Hotel of the Future: Using Smart Technology to Support, Measure Well-being and Sustainability in Hotels

Presented by: Stephanie Chahan, Judy Theodorson

Purpose This research challenges the hotel standard to elevate itself into a human-centered, sustainable design that uses Smart City technology. This work analyzes the WELL Building Standard paired with the Living Building Challenge to apply to hotels. Smart City technology is laid within these strategies to promote efficiency, effectiveness, and to harness real-time data for research and development (Townsend, 2013). The WELL Building Standard is a new metric that focuses on human health and well-being in the context of the built environment. Well-being driven design is an emergent interior design topic that is rooted in evidence-based design. The need for this study is essential at this time because of the recent publishing of the WELL Building Standard in October 2014. Some questions include: What are the challenges of implementing these standards in a transient hospitality setting? How can technology further enable these standards? What is the missing gap between well-being and sustainability in the context of hotels? Literature Well-being driven design is cited as a necessity by many references. Kaplan (1992) is most notable for stating that restorative environments are a necessity for humans. Evans (1998) builds upon Kaplan’s work, adding that not only is the world today stressful but that a lack of mindful design can be a contributing factor to stress levels. Evans (2003) adds that the built environment has direct and indirect effects on mental health, though there are challenges in determining clear causes due to numerous factors involved in mental health. Though there are many references on well-being driven design, most are found in the context of healthcare design. There is a major gap in existing literature of well-being driven design in the context of hospitality. Method Data collection strategies for this research consists of site visits, interviews with hotel facility employees, and case studies of hotels that excel in sustainability, technology, or well-being. Nine hotels from around the world are evaluated for their innovation in design. Interviews with facility employees explore motives and overall reception by hotel guests. Each hotel is measured by the Living Building Challenge and the WELL Building Standard to gauge placement on a Hotel of the Future spectrum. Outcomes This research resulted in a new framework for a Hotel of the Future that encompasses well-being, sustainability, and the Smart City concept. A design project applies this new framework to a hotel, catering primarily to business travelers. This topic area is relevant as end-users are becoming cognizant of their own well-being and environmental impact. As the WELL Building Standard, the Living Building Challenge, and the concept of Smart Cities are gaining traction on a national and international scale, this research brings the three elements into one framework. Further exploration may test the applicability of this framework to meet the needs of other commercial environments.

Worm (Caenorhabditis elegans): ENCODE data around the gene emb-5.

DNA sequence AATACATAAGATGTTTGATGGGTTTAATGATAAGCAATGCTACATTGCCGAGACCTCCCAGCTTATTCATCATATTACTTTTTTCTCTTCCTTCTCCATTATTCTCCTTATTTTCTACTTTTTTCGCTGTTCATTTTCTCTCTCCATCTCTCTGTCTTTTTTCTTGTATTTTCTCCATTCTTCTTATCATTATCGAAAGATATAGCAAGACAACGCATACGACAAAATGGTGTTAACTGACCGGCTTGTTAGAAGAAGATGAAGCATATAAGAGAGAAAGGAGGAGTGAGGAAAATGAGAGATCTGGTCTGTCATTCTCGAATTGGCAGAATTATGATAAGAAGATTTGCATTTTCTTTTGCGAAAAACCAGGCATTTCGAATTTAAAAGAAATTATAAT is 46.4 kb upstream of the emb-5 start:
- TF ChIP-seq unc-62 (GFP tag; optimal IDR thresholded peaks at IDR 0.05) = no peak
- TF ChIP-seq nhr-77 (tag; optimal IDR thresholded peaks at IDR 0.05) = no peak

• Evans, G. W. (2003). The built environment and mental health. Journal of Urban Health, 80(4), 536-555.
  • Evans, G., & McCoy, J. (1998). When Buildings Don’t Work: The Role Of Architecture In Human Health. Journal of Environmental Psychology, 85-94.
  • Kaplan, S. (1992). The restorative environment: nature and human experience. In Role of Horticulture in Human Well-being and Social Development: A National Symposium. Timber Press, Arlington, Virginia (pp. 134-142).
  • Townsend, A. M. (2013) Smart Cities: Big Data, Civic Hackers, and the Quest for a New Utopia. 1st edn. New York, NY: W.W. Norton & Company.